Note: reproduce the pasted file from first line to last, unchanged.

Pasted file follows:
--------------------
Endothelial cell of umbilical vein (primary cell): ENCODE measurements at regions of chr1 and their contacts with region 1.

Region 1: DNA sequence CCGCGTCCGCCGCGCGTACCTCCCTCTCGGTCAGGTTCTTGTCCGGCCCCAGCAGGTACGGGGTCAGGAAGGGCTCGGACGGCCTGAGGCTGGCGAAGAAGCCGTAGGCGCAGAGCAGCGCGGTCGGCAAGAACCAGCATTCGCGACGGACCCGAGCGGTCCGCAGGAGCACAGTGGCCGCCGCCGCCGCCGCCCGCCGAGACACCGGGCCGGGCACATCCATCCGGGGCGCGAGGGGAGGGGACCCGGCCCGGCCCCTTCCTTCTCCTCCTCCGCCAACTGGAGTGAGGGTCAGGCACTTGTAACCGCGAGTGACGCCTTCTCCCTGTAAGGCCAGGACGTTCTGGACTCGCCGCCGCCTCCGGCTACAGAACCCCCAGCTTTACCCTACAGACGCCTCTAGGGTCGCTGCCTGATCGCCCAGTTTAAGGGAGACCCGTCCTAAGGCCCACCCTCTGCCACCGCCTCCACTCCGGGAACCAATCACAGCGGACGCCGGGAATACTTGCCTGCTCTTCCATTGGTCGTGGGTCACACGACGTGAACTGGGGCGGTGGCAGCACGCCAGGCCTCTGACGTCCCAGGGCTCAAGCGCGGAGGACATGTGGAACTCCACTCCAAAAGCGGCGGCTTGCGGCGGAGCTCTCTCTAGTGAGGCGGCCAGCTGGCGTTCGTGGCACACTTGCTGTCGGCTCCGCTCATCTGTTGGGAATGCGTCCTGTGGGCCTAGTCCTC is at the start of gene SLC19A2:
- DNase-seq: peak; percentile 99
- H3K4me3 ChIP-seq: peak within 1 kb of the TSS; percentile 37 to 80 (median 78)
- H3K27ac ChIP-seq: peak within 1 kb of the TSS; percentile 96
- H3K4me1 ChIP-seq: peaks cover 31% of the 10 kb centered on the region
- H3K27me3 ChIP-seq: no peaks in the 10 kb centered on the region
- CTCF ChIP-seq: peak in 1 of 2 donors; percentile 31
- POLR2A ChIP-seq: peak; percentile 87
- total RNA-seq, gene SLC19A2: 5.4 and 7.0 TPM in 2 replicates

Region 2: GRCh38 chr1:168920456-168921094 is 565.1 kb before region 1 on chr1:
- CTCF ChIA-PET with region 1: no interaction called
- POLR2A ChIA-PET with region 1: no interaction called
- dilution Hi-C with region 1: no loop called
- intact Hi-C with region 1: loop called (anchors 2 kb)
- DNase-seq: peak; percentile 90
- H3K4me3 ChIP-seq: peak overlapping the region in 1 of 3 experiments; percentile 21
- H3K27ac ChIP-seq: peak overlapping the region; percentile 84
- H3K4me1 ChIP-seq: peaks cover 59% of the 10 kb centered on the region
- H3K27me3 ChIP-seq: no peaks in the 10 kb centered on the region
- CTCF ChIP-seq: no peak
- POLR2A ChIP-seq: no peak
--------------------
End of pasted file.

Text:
Endothelial cell of umbilical vein (primary cell): ENCODE measurements at regions of chr1 and their contacts with region 1.

Region 1: DNA sequence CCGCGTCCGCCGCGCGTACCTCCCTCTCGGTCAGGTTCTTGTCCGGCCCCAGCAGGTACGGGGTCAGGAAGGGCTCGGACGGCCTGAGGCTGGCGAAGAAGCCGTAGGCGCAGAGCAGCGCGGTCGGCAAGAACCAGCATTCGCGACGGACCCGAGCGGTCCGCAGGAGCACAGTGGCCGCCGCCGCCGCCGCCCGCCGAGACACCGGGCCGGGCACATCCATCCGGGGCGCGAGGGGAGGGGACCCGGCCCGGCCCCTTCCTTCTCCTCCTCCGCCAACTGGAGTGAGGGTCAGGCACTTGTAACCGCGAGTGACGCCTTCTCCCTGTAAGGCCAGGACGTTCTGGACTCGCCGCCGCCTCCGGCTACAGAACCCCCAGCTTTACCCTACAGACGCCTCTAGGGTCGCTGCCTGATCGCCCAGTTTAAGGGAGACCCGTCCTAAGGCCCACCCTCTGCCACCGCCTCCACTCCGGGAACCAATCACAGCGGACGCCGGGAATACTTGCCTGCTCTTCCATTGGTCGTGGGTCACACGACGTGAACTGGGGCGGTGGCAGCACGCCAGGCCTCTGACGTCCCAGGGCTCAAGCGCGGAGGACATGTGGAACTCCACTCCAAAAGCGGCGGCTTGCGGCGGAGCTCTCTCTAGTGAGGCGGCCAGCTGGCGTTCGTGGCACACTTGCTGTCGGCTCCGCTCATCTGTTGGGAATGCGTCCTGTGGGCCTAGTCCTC is at the start of gene SLC19A2:
- DNase-seq: peak; percentile 99
- H3K4me3 ChIP-seq: peak within 1 kb of the TSS; percentile 37 to 80 (median 78)
- H3K27ac ChIP-seq: peak within 1 kb of the TSS; percentile 96
- H3K4me1 ChIP-seq: peaks cover 31% of the 10 kb centered on the region
- H3K27me3 ChIP-seq: no peaks in the 10 kb centered on the region
- CTCF ChIP-seq: peak in 1 of 2 donors; percentile 31
- POLR2A ChIP-seq: peak; percentile 87
- total RNA-seq, gene SLC19A2: 5.4 and 7.0 TPM in 2 replicates

Region 2: GRCh38 chr1:168920456-168921094 is 565.1 kb before region 1 on chr1:
- CTCF ChIA-PET with region 1: no interaction called
- POLR2A ChIA-PET with region 1: no interaction called
- dilution Hi-C with region 1: no loop called
- intact Hi-C with region 1: loop called (anchors 2 kb)
- DNase-seq: peak; percentile 90
- H3K4me3 ChIP-seq: peak overlapping the region in 1 of 3 experiments; percentile 21
- H3K27ac ChIP-seq: peak overlapping the region; percentile 84
- H3K4me1 ChIP-seq: peaks cover 59% of the 10 kb centered on the region
- H3K27me3 ChIP-seq: no peaks in the 10 kb centered on the region
- CTCF ChIP-seq: no peak
- POLR2A ChIP-seq: no peak